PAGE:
Klay Thompson of Warriors drops 60 in 29 minutes of playing time
With the game out of hand for the Warriors, Thompson took a seat in 4th quarter
Klay Thompson wanted one more quarter. He wanted to score 80, and thinks he absolutely could have.
Hard to argue that one: He went off for 60 points in 29 head-shaking, jaw-dropping, defense-breaking minutes.
"Who knows? I know he would have kept shooting," coach Steve Kerr said. "Klay's never going to stop shooting."
Thompson had an NBA season-high and career-best performance for the highest-scoring output by a Golden State player in more than 42 years, and the Warriors whipped the Indiana Pacers 142-106 on Monday night. At one point, Pacers coach Nate McMillan looked downright speechless during a quiet timeout on his bench.
Thompson raised his arms to encourage more of those steady "KLAY! KLAY! KLAY!" chants then let it fly again and again. He had 60 through three and called it a night, sitting down with 1:22 left in the period as fans jumped to their feet for an extended standing ovation.
"It's just unfortunate two times I got my career high I didn't get to play the fourth quarter," Thompson said.
Per <a href="https://twitter.com/EliasSports">@EliasSports</a>, Klay Thompson is the first player in the Shot Clock Era to score 60 points in a game with fewer than 30 minutes played.—@WarriorsPR
He scored 40 by halftime in just 18-plus minutes. Nearly two years ago, Thompson had a 37-point quarter on the way to 52 points against Sacramento.
Thompson joined Hall of Famers Wilt Chamberlain, Rick Barry and Joe Fulks as the only Warriors to score 60 points. Barry was the last to do so, going off for 64 on March 26, 1974, against Portland.
Now, Thompson hopes he gets a chance to go for more.
"Maybe. I think I could have, maybe one day I'll have the opportunity," he said, "But 60 in 29 minutes is not too bad."
Admiration from sharpshooter Curry
Thompson shot 21-for-33 and 8-of-14 on 3-pointers — 15 of 22 with five 3s in the first two quarters — and converted all but one of 11 free throws in 29 minutes. When he knocked down a baseline 3 midway through the second quarter right in front of a resting Stephen Curry on the bench, the shot sent the MVP into a tunnel-dashing frenzy of delight.
"That's a feat that I put money on will probably never be touched ever again in the history of basketball," Curry said.
Previously this season the highest scorers were Oklahoma City's Russell Westbrook with 51 in an overtime game and Anthony Davis with 50 in regulation for the Pelicans.
Kevin Durant added 20 points, eight rebounds, four assists and two blocks for Golden State in another display of impressive passing. The Warriors' 15 first-quarter assists matched a franchise record done twice previously and they wound up with 45 total — two off the franchise record they set Nov. 24 against the Lakers.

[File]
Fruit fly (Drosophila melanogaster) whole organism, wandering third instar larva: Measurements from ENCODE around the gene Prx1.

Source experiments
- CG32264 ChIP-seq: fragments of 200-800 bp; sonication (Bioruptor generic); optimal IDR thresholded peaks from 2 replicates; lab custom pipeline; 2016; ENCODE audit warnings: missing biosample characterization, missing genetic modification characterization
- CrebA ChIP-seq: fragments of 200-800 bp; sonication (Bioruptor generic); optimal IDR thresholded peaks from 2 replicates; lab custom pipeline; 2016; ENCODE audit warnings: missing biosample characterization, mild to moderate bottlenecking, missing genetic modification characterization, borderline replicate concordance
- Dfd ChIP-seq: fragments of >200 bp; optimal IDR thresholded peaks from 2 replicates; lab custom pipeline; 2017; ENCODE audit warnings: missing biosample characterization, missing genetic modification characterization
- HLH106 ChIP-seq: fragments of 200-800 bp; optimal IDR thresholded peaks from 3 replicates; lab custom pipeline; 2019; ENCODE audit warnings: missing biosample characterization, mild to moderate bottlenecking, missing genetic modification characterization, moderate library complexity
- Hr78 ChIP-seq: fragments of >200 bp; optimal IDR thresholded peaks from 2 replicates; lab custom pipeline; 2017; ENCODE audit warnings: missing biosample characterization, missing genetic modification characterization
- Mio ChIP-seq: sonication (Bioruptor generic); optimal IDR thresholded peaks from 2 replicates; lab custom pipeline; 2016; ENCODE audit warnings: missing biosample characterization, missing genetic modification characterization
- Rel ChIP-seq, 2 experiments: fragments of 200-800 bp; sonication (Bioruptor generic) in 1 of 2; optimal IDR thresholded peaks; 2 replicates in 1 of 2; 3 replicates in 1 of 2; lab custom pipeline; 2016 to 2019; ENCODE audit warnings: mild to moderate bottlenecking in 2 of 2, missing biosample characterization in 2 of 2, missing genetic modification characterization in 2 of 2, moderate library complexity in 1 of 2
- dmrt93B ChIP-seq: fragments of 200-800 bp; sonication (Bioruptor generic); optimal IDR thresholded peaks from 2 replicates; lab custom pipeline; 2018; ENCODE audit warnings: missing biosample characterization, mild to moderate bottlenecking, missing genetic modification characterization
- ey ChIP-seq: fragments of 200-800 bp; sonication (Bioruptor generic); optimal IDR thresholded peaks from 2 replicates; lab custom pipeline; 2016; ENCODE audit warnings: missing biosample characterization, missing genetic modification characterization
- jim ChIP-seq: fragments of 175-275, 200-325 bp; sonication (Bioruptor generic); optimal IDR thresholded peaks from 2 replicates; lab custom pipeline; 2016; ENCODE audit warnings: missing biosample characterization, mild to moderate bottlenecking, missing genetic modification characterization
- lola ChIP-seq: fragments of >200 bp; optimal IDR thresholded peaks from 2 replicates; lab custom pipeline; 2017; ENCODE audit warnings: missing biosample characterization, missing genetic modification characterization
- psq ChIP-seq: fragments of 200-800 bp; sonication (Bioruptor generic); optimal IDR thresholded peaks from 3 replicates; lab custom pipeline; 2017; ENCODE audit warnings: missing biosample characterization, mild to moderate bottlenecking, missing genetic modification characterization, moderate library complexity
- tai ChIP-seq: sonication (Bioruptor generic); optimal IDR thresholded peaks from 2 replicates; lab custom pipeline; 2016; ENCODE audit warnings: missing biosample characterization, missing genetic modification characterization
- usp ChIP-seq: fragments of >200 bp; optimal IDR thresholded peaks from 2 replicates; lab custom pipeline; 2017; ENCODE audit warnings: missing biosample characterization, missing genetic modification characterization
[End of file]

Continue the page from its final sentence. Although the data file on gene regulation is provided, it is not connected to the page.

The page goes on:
In one sensational third-quarter play worthy of the highlight reel, Thompson had no part: Off a jump ball, Draymond Green hit Curry with a long heave and Curry made a leaping, one-touch pass to Durant for the dazzling alley-oop. Curry had 13 points and 11 assists.
Thompson scored 17 points in just under nine minutes to begin the game and Golden State had 15 assists on its initial 17 baskets and led 38-27 after the first.
Golden State beat the healthy Pacers this time. The Warriors won in Indiana 120-83 on the second night of a back-to-back for the Pacers on Nov. 21 when they were missing Paul George, Myles Turner and C.J. Miles.
This time the Pacers again played on consecutive nights but at full strength following a comeback win at the Clippers for just their second road victory.
George had 21 points and 10 rebounds a night after playing nearly 34 minutes and much of that with tissue in his bloody nose.
'Apples and oranges' comparison
Al Attles, a Warriors ambassador, played in the March 2, 1962 game in which Wilt Chamberlain scored 100 points, scoring 17 points of his own that night. Attles also coached Barry the day he scored 64 in 1974.
"I've seen a 100-point game," Attles said from his seat during a late timeout. "Rick was such a great player and he cared about winning. In order to score the number of points he scored you have to have help from your teammates. I try to look at them individually because once you start comparing, someone is always going to be No. 2. Let's give him his credit."
While Attles — who recently celebrated his 80th birthday at Oracle — was close with Chamberlain, when people ask about the 100-point performance, he still keeps it separate from other sensational showings like the onslaught by Thompson.
"It's like apples and oranges," he said. "They're both good fruit. It's a matter of what you like. I was very close to Wilt, but you have to enjoy what they did that night. I enjoy any great performance. I'm very happy to be here tonight."